I think since the stay-at-home dads have had to make a decision to downshift, and because they have that male identity to fall back on, they are in some ways more able to shift into that non-achievement oriented mode of caring, outside of and different than the competitive definition of "success" that dominates our society.
The question then becomes, how can women downshift without reverting to the past. How can they do what SAHDs have done, how can they come to terms with an identity that is not in line with society's definition of "success" and "achievement," how can they shift to an identity that values caring and defines success in noncompetitive and nonmaterialistic ways? I do know some SAHMs who seem to have done that, who are not parenting in the ways described by Warner. While they are highly educated, they also tend to be much more counter-cultural than Warner’s moms. I’m not sure, this seems like it would be a great area for some research.
On a final note, Warner is right about the need for societal support for families and children. But based on the above hunches, I don't think that alone would do anything at all to relieve the anxieties and overachieving parenting style of the moms she focuses on.
What it would do is provide needed support and relief to moms and dads who just want to spend more time with their kids. And that's an important first step.
Reposted in slightly revised form from daddychip2
"No need to be the perfect overachieving dad. No need to overschedule the kids, no need to compete with other dads (or moms)..."
I'd also factor in that many SAHDs find themselves on the outside, socially -- this is something discussed extensively elsewhere, and there's plenty of anecdotal evidence for the proposition that the social isolation of SAHDs is real, not imagined (I've had my mind changed about this; I used to think the isolation was primarily a product of SAHD insecurity). This almost certainly reduces social pressures of all kinds -- for many guys, it's just them and their kids all day, and, if they're lucky, a few relatives and a couple of friends. There are few daddy groups, etc. and almost nothing in the way of positive and negative role models and media images.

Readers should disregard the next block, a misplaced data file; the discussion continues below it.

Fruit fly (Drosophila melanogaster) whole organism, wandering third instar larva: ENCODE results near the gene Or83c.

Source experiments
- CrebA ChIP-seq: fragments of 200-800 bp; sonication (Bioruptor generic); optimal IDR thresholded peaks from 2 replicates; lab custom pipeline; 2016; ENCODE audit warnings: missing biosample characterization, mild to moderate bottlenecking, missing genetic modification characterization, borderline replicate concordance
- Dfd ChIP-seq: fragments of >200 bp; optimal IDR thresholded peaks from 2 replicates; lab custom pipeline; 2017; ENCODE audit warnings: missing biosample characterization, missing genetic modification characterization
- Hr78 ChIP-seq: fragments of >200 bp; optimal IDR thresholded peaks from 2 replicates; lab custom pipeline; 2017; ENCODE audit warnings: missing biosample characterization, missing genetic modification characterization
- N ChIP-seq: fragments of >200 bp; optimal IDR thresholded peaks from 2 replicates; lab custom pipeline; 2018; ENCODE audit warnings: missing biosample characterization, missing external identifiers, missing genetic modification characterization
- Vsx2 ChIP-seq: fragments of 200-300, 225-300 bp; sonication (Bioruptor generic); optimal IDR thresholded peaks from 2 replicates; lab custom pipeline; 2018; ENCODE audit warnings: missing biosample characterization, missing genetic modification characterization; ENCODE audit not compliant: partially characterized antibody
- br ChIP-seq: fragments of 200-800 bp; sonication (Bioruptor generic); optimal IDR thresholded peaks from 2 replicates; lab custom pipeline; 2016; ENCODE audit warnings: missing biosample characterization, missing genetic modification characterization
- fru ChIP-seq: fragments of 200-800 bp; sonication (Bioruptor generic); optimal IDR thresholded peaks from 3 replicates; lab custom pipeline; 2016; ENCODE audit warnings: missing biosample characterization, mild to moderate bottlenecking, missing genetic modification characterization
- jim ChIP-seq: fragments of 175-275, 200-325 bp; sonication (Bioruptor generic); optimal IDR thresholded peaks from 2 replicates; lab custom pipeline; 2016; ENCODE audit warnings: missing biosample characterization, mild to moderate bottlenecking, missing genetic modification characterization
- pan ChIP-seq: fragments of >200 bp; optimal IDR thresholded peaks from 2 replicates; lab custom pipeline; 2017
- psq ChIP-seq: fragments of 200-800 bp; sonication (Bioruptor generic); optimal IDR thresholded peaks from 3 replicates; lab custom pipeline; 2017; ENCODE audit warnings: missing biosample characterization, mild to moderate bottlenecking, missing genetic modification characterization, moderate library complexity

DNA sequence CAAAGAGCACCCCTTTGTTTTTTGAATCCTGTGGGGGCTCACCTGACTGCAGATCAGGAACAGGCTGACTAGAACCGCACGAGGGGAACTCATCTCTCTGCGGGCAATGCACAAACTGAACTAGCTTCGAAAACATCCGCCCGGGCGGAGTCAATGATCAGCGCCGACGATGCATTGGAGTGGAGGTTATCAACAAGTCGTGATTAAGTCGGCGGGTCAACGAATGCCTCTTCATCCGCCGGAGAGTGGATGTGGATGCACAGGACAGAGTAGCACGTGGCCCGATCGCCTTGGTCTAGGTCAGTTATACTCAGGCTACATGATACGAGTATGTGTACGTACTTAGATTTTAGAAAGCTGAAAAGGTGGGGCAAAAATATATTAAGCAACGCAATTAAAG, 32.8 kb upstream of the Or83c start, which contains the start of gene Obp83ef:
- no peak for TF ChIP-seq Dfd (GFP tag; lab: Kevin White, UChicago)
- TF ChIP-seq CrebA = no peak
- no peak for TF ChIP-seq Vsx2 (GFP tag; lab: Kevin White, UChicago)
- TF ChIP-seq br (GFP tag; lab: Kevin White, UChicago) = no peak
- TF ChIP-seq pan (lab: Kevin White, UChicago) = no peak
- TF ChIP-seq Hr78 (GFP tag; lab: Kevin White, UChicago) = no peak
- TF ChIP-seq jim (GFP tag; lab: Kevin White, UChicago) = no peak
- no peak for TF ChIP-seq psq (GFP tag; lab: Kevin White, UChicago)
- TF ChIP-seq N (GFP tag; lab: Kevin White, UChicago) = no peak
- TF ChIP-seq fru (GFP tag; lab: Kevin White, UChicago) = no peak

I think you've made some important observations here - it's interesting to hear more from the SAHD perspective.
I don't know many SAHDs, but you paint quite the rosy picture. I hope it's as nice and balanced as you make it sound.
I think, though, that you fail to realize that "momming" has always been competitive. This competition isn't a symptom of displaced ambition, and lack of a career arena (for some maybe, but not necessarily most) - it has existed among all kinds of moms, whether they ever had a job or not, and it goes back further than the mass induction of middle-class women into the workforce and their subsequent return to domestic work.
Piggybacking on the comment of Jeremy Smith there, I'd lend a lot of credence to the idea that because there hasn't been much of a consistent context for SAHDs, that isolation and distance among and between fathers who are primary caregivers create much of the differences that you note here concerning SAH mom styles vs. dad styles.
SAHDs have had less time and opportunity to build the kind of social matrix that exists for SAHMs. I imagine that after more time goes by, there'll be more to speak of regarding competition and ambitious parenting. I guess we'll see.
I understand both of your points. Yes, there has traditionally been isolation for SAHDs (glad you've seen that jeremy), but I don't think that's the major factor.
Men are definitely socialized in different ways than women are. I don't think anyone would disagree with that. And for a guy to become a SAHD he has to buck part of that socialization and fundamentally transform at least part of his own identity, and step away from the competitive status stuff. And for me anyway it was a major shift. I'd guess it is a significant adjustment for most guys.
So when SAHDs get together with each other, this different structure of gender identity will, I believe, lead to a different outcome.
I wouldn't call it "rosy", because it's not rosy. It's just a reality as I've observed and experienced it.
I'd only add that I have experienced the SAHMs that are the type Warner describes, but I also know SAHMs who are not like that. The main difference that I see is that the latter have consciously rejected much of the dominant culture's values, as I noted in the post.